Enjoy “virtually” thumbing through this collection of written and visual art work.  Writing includes works of fiction, creative nonfiction, poetry, and memoir.   Drawing, painting, printmaking, mosaics, glass, and even furniture are featured.  In addition, this volume’s array of photography includes nature/wildlife images and portraits  as well as  travel and street scenes.   It definitely showcases this community’s remarkable talent!

Unfortunately, at this point, because of BOLLI’s current “online only” status, we really cannot say when print copies of the volume may become available for order and distribution.

We thank all of our BOLLI writers and artists for their marvelous contributions and look forward to you, the members of this community, sharing your reactions with that remarkable creative group.

Click here to access this year’s BOLLI Journal (or on either cover image).




By Steve Goldfinger

 She is a lot older than me (and I am old enough), yet our love endures and even grows stronger from year to year. She is full of soft charm, gentle shadows, and her commitment to my needs is unswerving.  Above all, her tenacious hold on beauty defies the new wrinkles that appear as inevitably as the seasons.

When I met 33 Birch Hill Road in 1966, she was 84 years old. She faced out on a gentle circle, comfortable with the two other venerable homes that bordered it. She embraced my wife and four sons as we moved in, and she did not shudder when we put her through some minor surgery, both cosmetic and reconstructive, at the start.

With pride, I took in her many graceful rooms. I loved the huge, multi-paned window with its arched top above her central staircase. The third floor, all one room, posed a challenge for one’s imagination when it came to livening it with furnishings.

Over the years, my infatuation with 33 Birch Hill transformed into love, exactly paralleling the ever-deepening love within the family she nurtured. I look back on the nooks and bindings that are shared between a home and those who call it such, and a bounty of remembrances springs forth.

Ed building the substantial back deck the summer after graduating from college. It remains sturdy and well used to this day, the one and only construction effort of his life.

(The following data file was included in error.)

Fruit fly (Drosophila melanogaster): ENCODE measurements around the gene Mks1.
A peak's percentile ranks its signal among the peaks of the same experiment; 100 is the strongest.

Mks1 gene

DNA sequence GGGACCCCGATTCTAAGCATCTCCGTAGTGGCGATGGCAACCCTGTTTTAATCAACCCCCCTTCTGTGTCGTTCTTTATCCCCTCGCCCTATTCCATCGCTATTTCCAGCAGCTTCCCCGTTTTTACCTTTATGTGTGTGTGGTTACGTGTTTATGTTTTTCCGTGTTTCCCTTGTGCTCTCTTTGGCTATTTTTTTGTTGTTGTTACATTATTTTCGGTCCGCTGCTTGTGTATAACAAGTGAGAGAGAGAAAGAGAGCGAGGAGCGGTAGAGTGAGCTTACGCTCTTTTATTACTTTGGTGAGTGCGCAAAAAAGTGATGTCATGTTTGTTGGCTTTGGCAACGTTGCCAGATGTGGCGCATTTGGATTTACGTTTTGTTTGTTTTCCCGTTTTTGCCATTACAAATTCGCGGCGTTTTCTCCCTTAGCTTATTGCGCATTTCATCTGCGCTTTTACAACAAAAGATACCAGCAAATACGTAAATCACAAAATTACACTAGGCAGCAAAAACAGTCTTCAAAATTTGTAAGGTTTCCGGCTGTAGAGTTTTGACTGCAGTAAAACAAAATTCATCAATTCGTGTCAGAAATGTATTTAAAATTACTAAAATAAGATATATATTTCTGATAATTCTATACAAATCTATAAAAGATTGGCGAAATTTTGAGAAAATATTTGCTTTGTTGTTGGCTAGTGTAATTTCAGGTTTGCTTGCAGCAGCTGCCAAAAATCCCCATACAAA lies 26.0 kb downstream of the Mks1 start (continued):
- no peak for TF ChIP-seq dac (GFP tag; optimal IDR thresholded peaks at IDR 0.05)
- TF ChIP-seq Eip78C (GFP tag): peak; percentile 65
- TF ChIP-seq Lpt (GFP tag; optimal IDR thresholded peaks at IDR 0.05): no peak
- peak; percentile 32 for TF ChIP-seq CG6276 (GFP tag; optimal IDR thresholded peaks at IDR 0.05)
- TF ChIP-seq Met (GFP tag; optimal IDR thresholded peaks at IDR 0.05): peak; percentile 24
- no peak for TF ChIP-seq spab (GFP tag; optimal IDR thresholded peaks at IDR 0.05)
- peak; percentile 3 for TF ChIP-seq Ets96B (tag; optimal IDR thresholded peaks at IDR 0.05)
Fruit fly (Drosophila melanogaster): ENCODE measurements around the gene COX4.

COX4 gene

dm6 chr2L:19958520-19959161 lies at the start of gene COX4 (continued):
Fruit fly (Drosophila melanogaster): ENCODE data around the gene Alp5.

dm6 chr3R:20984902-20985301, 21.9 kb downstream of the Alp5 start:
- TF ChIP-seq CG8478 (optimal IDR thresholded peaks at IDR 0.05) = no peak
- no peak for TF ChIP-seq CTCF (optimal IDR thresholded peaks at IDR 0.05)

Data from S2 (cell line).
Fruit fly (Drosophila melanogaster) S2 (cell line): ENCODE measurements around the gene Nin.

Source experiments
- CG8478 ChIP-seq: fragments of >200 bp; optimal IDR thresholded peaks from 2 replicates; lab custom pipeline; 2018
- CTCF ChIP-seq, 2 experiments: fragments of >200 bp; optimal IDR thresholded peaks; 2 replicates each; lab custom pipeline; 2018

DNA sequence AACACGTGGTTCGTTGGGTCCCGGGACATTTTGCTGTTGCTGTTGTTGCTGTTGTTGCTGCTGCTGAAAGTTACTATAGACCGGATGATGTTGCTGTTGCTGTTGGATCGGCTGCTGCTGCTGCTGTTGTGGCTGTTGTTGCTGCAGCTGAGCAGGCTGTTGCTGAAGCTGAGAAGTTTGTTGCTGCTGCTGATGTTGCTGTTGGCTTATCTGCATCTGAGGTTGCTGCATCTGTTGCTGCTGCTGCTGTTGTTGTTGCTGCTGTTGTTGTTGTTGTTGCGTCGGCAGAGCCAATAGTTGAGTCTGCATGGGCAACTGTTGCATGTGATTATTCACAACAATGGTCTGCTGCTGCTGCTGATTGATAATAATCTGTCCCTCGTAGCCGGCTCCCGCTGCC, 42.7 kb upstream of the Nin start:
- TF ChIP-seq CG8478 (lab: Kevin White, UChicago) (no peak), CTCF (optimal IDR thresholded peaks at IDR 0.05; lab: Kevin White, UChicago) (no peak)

The tee-off spot for the nine hole frisbee golf course Michael created, the “holes” being tree trunks, rocks, and assorted  landmarks around our circle.

The ghost piano sonata that startled my wife and me as we ate breakfast one morning, alone in the house. Well, not entirely alone. There was that squirrel who descended the open chimney, found the living room, and took a liking to the piano’s keyboard.

Peter tossing out carrots from his second floor window, his act in plain view of those of us sitting on the deck. He hated the carrots that Barbara always gave him to keep him healthy.

David’s room, its walls covered with large posters of dead rock stars. Also, music from his clarinet and later, his guitar. And the songs he wrote.

33 Birch Hill and I have aged noticeably in recent years. She has just undergone the replacement of three wood gutters at exorbitant expense while my left hip was replaced at virtually no cost, thanks to Medicare. She has needed an entire re-do of her front portico and new granite steps to finally replace her ever-rotting wooden ones.  She needs paint, inside and out. I need eye injections for macular degeneration. I need omeprazole for reflux and Eliquis for a heart that occasionally beats irregularly.

Love in later years does not change much—only in the intimacies and frailties that emerge.

BOLLI MATTERS feature writer Steve Goldfinger

After a long career in medicine, Steve has been exploring his artistic side.  At BOLLI, he has taken writing courses, been active in the Writers Guild, and even tried CAST (Creativity in Acting, Storytelling, and Theatre) where his imagination made him a singular player!



By Lydia Bogar

Not much television time at number 25 beyond “Big Brother Bob Emery” who we “met” when we got home from school for lunch every day.   In elementary school in those days,  prayed and said the Pledge of Allegiance. We had air raid drills, duck and cover.  And we walked to and from school–eight tenths of a mile, back and forth, four times a day, no matter what the weather.

On Friday nights when Daddy watched boxing on our little Emerson set, I sneaked under the dining room table to watch too.  That’s how I learned the Gillette theme song.

At about the same time, I learned “Happy trails to you, until we meet again…” from my childhood idol, Dale Evans.

Every week, she rode into our living room on her beautiful horse Buttermilk. She lived on a handsome ranch with handsome children and a handsome husband. A working mother–what a concept in 1955! Four of her kids were adopted. Her daughter Robin was what was called in those days, “retarded,” like Judy, the young neighbor I walked with on afternoons when my mother wanted me out of the house. Robin died two years later. When I was in sixth grade, I read a book that Dale wrote.